What’s this about?

I joined the University as an OCD about five years ago, and have worked since then in the central TEL section to provide first-line support for the University’s VLE. Having recently taken a 4-month secondment to the Faculty of Technology as a Senior Online Course Developer (OCD), I thought I’d take a moment to share the experience.


An OCD’s job here in the TEL section is quite varied and ‘bitty’, with a little less focus on big projects (Educational Technologists fulfill that role here). Skill-wise I’ve been using a variety of languages and tools (PHP, Javascript, MySQL etc) and various Office/content creation apps (Flash/Captivate/Articulate and the like).


Where are my units!?

The first thing that struck me was that I’d lost access to all units University wide. Whilst I had no mandate to work on units outside of the Technology faculty, I instantly missed being able to quickly find a given unit and check something out. I found myself having call TEL each and every time I ‘quickly’ needed to jump to a given unit to get something. This probably affected me in particular because I’ve worked on various non-standard Moodle sites across all faculties – but it does make me wonder whether all OCDs should have read access for all units? Wouldn’t it be a good thing if OCDs could see what their counterparts in other faculties are doing? It might help spread best practice (and perhaps even spur some friendly competition).

Hands tied

As a centrally based OCD I’m used to having various problems come my way, typically discover that a systemic problem is affecting other instances across whichever system, and then investigate and resolve. As a faculty OCD the process is simply to report it to central and then sit and wait. Most ironic was that it would have been myself picking these tasks to investigate in TEL. So I found myself being more cautious than I’d hoped with the suggestions and advice I gave to academics.

Missed opportunity

As the secondment was primarily out of necessity more than opportunity due to an expectedly reduced team, we didn’t really get the chance to work on anything major. We also had main exams on which had to take priority. I could see we were critically just one or two people short of a proper OCD team capable of looking after and running what is actually a surprisingly large department’s worth of units. Ultimately we had no real scope for proper project work and due to the focus on exams, we ended up as little more than curious extension to the CAM Office admin team! But this was more a product of the circumstances than the department itself.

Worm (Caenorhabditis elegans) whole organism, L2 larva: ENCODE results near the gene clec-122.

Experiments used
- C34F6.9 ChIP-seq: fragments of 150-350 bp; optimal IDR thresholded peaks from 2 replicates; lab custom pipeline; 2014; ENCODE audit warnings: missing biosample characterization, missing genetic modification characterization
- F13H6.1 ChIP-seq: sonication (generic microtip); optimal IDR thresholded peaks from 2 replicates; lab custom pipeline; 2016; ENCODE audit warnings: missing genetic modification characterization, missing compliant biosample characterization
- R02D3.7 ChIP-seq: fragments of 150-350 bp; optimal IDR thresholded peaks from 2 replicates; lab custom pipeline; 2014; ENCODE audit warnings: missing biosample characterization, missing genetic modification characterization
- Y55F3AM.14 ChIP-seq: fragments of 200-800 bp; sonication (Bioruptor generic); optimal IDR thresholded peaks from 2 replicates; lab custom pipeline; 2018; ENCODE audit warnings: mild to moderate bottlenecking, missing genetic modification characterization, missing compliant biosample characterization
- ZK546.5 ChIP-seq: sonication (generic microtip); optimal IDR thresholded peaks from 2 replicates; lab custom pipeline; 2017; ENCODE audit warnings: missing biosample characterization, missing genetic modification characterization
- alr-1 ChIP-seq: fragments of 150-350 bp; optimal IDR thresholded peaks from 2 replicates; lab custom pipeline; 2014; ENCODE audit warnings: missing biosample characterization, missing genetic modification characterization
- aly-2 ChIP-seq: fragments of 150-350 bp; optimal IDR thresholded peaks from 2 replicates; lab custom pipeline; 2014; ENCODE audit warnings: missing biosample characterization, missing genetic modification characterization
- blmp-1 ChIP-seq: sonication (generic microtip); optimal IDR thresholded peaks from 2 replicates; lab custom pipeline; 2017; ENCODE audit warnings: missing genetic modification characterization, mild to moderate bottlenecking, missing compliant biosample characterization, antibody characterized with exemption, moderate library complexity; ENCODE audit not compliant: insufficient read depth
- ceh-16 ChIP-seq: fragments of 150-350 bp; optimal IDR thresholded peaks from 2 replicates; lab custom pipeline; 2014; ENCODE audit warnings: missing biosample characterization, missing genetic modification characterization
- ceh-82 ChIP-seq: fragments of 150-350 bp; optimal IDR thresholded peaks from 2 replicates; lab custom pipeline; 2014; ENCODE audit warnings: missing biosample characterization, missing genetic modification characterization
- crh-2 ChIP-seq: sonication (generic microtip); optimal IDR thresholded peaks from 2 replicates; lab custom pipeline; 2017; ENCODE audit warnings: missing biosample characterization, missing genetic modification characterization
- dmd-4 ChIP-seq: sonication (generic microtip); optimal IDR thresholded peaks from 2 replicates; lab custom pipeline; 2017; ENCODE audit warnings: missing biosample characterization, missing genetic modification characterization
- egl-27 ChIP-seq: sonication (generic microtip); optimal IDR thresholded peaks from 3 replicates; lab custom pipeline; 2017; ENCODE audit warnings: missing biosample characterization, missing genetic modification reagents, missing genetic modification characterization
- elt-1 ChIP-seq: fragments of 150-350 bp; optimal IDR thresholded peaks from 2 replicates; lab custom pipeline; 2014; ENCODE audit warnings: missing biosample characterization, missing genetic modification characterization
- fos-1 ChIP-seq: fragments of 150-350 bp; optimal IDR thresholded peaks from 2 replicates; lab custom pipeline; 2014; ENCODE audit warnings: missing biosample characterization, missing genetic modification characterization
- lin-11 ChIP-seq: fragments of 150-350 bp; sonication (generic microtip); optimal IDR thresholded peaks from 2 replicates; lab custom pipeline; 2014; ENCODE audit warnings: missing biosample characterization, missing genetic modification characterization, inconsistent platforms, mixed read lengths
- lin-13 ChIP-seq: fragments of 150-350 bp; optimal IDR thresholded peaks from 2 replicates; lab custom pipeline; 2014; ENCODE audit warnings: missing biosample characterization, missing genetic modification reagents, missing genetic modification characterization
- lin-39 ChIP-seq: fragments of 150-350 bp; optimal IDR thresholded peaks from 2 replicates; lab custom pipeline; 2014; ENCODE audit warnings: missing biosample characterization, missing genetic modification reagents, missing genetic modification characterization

Senior role differences

Whilst the actual increase of responsibility of the Senior role was relatively minor, it did entail a different way of thinking – I had always to try and think of the larger picture. It’s certainly a different style of working than writing code – and, with a small team under me, I found I was too frequently flipping between development and managerial work. As a result, this made me worse at both. Ideally, I’d have liked to delegate jobs and allow myself to better focus my time, but circumstances made this difficult.

Job perks

The Tech Admins apparently make the best cakes! I was fortunate enough to be able to not just witness, but both experience and actively participate in ‘Cake Day’:


Overall I appreciated my brief time as a faculty OCD, offering me a fresh perspective on things I’d seen differently from central. It certainly gave me a much better understanding of where Academics are coming from when they’re trying to build various activities in their units. Just because they’ve managed to put a given tool on a site, doesn’t mean it’s necessarily actually what they want!

It’s also made me question whether faculty OCDs should have read-only access across Moodle, so that everyone is aware of what’s going on around the University. To give just one example: our team was shocked when librarians came over and let us know that Technology was woefully, and exclusively, behind on managing our reading lists. This was news to us – no system had been set up to manage reading lists and so none of us had done it.

I’m grateful to have had this opportunity, as I’ve often pondered moving toward a more managerial role but never really wanted to commit to it. So a 4-month secondment was the perfect option.  In the end I’ve found I prefer the nature of the OCD role in central, as it best lends me the variety and flexibility of work that personally I find most rewarding.